It’s Small Business Saturday, our personal favorite day of the biggest shopping weekend of the year! You may be wondering, “Why? You’re not a small business?” And this is true! However, the hundreds of artisans who’s products we carry are the smallest types of business there are. Some are one-man-shows, some are just a few people in a small studio, and some are entire villages across the globe. These “little guys” are the artisans and small business who make up the whole big VivaTerra, and we love to take the opportunity to spotlight their work and say thank you!

This Small Business Saturday, you can save 20% on our artisan-made jewelry collections! And we have some beautiful new, nature-inspired pieces that arrived just in time for the holidays. From Nancy Nelson’s sterling silver cast twigs to Amy Huml’s hand-wired tree necklaces (each one of those takes her at least an hour to make in her home studio!), you’re sure to find something for every lady on your list and probably a little something for yourself too. We took the time to ask a few of our USA-based, woman artisans about their humble beginnings, process, and inspiration for their work. We want to introduce them to you and share their answers here.

Meet Elaine B!

Tell us about how it all started, how and why did you get into jewelry making? 
While in school I had the realization that everything is a job, anything you can imagine somebody gets paid for.  So I asked myself, what do I want to do?  How do I want to spend my days?  I have always loved crafts of all kinds, and when I went to school at VCU jewelry is what stuck.  As a designer I started out making the things that I wanted to wear (and could afford) as both the company and I matured so did the jewelry line, going from playful brass rings to engagement rings.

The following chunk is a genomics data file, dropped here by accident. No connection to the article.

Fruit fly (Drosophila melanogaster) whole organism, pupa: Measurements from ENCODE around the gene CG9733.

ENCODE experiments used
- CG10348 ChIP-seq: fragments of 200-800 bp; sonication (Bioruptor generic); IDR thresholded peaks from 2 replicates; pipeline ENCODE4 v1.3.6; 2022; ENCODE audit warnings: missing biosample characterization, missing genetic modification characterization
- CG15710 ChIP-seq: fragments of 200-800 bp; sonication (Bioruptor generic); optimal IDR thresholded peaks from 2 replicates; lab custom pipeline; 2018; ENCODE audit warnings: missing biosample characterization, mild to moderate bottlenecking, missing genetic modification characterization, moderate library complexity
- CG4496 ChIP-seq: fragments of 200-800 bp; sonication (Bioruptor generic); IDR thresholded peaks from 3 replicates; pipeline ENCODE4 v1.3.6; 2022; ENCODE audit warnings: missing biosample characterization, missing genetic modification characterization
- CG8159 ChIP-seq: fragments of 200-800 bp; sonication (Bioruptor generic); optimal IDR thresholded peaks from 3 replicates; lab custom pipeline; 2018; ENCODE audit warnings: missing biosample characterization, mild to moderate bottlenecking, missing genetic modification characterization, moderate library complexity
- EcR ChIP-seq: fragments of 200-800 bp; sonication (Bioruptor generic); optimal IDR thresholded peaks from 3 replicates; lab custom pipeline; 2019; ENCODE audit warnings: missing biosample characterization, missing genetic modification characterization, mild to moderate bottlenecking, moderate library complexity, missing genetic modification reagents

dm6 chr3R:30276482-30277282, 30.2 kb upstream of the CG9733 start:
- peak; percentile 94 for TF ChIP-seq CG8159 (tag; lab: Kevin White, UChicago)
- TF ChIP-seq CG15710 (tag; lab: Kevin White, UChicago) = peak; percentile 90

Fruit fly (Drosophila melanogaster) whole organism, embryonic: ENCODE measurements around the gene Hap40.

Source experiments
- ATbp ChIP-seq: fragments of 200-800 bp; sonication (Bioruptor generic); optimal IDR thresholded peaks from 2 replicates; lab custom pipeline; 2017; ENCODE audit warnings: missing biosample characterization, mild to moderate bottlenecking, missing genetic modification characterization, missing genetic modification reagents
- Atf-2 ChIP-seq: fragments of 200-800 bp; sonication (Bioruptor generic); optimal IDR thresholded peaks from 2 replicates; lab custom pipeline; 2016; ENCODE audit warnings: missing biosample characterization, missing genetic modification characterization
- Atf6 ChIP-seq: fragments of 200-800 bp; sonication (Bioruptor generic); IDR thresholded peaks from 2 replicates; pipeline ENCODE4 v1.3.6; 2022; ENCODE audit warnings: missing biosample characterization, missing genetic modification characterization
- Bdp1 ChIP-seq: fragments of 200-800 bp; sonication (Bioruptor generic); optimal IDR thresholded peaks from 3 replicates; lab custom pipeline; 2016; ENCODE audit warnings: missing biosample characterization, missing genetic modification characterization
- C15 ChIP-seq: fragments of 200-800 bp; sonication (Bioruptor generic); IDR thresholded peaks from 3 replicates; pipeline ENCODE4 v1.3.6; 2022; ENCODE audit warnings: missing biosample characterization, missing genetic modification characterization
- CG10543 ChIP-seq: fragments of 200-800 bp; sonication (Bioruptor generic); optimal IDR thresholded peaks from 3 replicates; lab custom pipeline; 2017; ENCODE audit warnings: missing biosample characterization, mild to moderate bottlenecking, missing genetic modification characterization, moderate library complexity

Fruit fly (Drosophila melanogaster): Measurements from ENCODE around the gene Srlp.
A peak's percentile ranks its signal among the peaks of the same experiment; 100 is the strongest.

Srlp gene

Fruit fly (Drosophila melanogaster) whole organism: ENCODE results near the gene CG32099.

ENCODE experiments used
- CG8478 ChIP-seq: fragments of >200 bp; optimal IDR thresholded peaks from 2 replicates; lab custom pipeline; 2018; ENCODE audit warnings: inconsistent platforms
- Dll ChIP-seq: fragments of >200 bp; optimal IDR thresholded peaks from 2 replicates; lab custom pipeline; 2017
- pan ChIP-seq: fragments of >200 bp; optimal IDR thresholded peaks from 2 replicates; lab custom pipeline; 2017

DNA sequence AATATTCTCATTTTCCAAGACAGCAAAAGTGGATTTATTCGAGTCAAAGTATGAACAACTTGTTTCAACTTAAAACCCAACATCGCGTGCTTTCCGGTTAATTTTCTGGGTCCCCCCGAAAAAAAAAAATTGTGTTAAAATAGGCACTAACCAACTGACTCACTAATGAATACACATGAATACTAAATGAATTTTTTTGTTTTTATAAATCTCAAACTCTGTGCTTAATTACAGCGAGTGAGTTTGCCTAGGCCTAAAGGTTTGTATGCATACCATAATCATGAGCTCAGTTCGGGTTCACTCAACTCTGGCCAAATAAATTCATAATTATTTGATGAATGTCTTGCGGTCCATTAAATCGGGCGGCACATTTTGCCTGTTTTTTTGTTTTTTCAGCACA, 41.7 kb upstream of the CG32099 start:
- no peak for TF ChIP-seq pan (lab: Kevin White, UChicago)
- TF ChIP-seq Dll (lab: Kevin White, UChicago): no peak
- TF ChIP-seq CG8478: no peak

What inspires you and your creative vision, how does that translate into your work?
I am most inspired by everyday life. I soak up all kinds of things around me and think about how something can be altered to be more interesting or more wearable. At the studio, we put a strong emphasis on lightweight pieces and wearability while also trying to be fresh, new and detail oriented. I believe that people like to know where things come from. Everyone wants to get out of the traditional office setting, shopping at the mall, we want a more authentic life. I think that people want unique pieces that are sustainable and have a story, not just flashy or expensive.

Shop Elaine’s Collection Here


Meet Nancy Nelson!

Tell us about how it all started, how and why did you get into jewelry making? 
I enrolled in a metalsmithing class while I was obtaining my BFA in Industrial Design, and fell in love with working with metals and stones. This was the moment I realized I found my calling. Nancy Nelson Jewelry started in 2007. They were humble beginnings as I worked from my kitchen table and sold jewelry at craft fairs and markets. The business organically grew over time, and--in 2011—we began a fully operating business. As the business grew and thrived, I hired an assistant and built a home studio nestled in the woods to accommodate Nancy Nelson Jewelry’s growing needs that allowed me to balance my many responsibilities as a wife, mother and successful business owner, while remaining inspired by the natural beauty that surrounds our forest home.